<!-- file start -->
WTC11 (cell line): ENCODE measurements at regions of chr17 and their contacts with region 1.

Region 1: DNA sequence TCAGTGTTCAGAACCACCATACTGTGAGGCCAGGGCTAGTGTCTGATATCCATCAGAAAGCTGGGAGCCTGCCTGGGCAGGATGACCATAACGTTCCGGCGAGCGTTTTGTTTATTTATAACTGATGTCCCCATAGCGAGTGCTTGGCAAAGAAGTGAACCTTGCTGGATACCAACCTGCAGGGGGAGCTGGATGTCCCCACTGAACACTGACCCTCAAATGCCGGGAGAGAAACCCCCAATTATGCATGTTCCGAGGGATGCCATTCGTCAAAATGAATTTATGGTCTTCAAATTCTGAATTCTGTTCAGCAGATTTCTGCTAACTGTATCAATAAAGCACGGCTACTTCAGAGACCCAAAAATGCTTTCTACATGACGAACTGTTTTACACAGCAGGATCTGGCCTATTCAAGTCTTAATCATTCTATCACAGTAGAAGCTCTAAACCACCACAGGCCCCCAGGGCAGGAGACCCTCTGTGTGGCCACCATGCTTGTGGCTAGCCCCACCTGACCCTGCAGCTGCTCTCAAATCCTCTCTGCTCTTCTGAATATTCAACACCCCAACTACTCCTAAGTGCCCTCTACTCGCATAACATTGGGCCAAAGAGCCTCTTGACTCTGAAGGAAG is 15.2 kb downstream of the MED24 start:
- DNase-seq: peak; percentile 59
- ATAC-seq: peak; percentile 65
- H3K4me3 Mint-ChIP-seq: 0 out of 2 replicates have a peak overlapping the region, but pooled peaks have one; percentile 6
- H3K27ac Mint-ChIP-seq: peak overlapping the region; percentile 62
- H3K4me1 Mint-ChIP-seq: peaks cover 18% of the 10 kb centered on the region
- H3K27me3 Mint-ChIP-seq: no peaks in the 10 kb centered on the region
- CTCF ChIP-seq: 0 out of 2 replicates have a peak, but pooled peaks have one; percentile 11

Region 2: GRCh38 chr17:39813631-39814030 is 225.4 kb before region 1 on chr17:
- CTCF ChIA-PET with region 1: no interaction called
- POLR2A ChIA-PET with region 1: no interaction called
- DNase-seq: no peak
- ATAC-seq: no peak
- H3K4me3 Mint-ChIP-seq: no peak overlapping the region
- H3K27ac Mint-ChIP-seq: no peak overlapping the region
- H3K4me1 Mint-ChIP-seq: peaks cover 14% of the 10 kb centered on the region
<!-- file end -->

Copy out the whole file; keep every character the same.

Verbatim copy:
WTC11 (cell line): ENCODE measurements at regions of chr17 and their contacts with region 1.

Region 1: DNA sequence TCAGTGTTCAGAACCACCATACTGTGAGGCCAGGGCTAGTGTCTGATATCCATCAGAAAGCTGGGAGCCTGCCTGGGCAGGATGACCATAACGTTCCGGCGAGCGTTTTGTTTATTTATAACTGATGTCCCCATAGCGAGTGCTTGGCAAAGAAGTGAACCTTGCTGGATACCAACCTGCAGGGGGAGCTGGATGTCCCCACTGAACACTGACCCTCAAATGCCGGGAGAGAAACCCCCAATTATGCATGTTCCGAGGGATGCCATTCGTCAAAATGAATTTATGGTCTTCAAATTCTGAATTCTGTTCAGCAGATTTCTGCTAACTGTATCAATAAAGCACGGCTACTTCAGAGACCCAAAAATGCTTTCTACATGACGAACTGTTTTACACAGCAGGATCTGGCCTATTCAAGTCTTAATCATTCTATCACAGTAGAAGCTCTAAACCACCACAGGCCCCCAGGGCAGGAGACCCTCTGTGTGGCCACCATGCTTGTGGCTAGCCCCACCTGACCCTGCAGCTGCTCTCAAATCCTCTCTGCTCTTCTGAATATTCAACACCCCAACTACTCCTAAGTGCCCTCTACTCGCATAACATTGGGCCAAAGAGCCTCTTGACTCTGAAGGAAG is 15.2 kb downstream of the MED24 start:
- DNase-seq: peak; percentile 59
- ATAC-seq: peak; percentile 65
- H3K4me3 Mint-ChIP-seq: 0 out of 2 replicates have a peak overlapping the region, but pooled peaks have one; percentile 6
- H3K27ac Mint-ChIP-seq: peak overlapping the region; percentile 62
- H3K4me1 Mint-ChIP-seq: peaks cover 18% of the 10 kb centered on the region
- H3K27me3 Mint-ChIP-seq: no peaks in the 10 kb centered on the region
- CTCF ChIP-seq: 0 out of 2 replicates have a peak, but pooled peaks have one; percentile 11

Region 2: GRCh38 chr17:39813631-39814030 is 225.4 kb before region 1 on chr17:
- CTCF ChIA-PET with region 1: no interaction called
- POLR2A ChIA-PET with region 1: no interaction called
- DNase-seq: no peak
- ATAC-seq: no peak
- H3K4me3 Mint-ChIP-seq: no peak overlapping the region
- H3K27ac Mint-ChIP-seq: no peak overlapping the region
- H3K4me1 Mint-ChIP-seq: peaks cover 14% of the 10 kb centered on the region